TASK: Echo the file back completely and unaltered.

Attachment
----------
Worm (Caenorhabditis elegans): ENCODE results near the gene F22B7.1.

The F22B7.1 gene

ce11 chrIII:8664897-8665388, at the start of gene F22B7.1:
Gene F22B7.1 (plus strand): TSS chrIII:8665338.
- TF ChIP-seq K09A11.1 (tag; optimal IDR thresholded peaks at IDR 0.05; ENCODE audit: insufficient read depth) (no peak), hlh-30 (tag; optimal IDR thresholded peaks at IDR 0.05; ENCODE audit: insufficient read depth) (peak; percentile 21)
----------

Worm (Caenorhabditis elegans): ENCODE results near the gene F22B7.1.

The F22B7.1 gene

ce11 chrIII:8664897-8665388, at the start of gene F22B7.1:
Gene F22B7.1 (plus strand): TSS chrIII:8665338.
- TF ChIP-seq K09A11.1 (tag; optimal IDR thresholded peaks at IDR 0.05; ENCODE audit: insufficient read depth) (no peak), hlh-30 (tag; optimal IDR thresholded peaks at IDR 0.05; ENCODE audit: insufficient read depth) (peak; percentile 21)